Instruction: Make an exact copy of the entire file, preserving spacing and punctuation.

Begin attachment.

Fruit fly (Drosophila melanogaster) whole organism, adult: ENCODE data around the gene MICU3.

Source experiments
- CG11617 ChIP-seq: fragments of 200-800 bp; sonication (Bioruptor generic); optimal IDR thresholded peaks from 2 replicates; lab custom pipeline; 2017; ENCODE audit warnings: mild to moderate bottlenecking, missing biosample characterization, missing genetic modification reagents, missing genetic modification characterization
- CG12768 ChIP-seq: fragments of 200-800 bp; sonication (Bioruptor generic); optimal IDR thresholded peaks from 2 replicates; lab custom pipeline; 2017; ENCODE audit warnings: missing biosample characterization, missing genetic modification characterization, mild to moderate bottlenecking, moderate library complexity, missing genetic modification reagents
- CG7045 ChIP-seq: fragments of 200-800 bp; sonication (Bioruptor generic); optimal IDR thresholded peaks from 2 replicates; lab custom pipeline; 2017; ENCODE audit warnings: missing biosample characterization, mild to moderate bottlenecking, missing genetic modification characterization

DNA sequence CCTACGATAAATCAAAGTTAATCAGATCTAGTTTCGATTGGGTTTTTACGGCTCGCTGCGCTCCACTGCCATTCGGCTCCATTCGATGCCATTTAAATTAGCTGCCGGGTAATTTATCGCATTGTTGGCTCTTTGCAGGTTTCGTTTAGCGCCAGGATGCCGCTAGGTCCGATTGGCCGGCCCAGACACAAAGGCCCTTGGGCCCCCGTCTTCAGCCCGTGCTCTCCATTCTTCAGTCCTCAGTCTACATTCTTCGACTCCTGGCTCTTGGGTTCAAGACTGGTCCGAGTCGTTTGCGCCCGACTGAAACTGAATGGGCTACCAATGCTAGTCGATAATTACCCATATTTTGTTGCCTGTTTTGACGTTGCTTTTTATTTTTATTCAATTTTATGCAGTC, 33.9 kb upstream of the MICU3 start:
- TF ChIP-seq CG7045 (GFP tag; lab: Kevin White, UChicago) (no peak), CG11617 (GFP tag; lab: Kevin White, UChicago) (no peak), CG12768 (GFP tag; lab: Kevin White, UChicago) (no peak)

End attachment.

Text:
Fruit fly (Drosophila melanogaster) whole organism, adult: ENCODE data around the gene MICU3.

Source experiments
- CG11617 ChIP-seq: fragments of 200-800 bp; sonication (Bioruptor generic); optimal IDR thresholded peaks from 2 replicates; lab custom pipeline; 2017; ENCODE audit warnings: mild to moderate bottlenecking, missing biosample characterization, missing genetic modification reagents, missing genetic modification characterization
- CG12768 ChIP-seq: fragments of 200-800 bp; sonication (Bioruptor generic); optimal IDR thresholded peaks from 2 replicates; lab custom pipeline; 2017; ENCODE audit warnings: missing biosample characterization, missing genetic modification characterization, mild to moderate bottlenecking, moderate library complexity, missing genetic modification reagents
- CG7045 ChIP-seq: fragments of 200-800 bp; sonication (Bioruptor generic); optimal IDR thresholded peaks from 2 replicates; lab custom pipeline; 2017; ENCODE audit warnings: missing biosample characterization, mild to moderate bottlenecking, missing genetic modification characterization

DNA sequence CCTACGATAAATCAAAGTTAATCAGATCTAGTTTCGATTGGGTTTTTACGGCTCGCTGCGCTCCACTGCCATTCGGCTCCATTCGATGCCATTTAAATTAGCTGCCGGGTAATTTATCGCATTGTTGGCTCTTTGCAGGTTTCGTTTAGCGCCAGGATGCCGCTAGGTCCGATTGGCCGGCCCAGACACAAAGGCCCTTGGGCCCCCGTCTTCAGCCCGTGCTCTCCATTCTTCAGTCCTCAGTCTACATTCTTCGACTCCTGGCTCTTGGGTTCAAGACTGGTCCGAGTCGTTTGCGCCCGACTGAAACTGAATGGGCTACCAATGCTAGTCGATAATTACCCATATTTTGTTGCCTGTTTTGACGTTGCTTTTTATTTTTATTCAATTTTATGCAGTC, 33.9 kb upstream of the MICU3 start:
- TF ChIP-seq CG7045 (GFP tag; lab: Kevin White, UChicago) (no peak), CG11617 (GFP tag; lab: Kevin White, UChicago) (no peak), CG12768 (GFP tag; lab: Kevin White, UChicago) (no peak)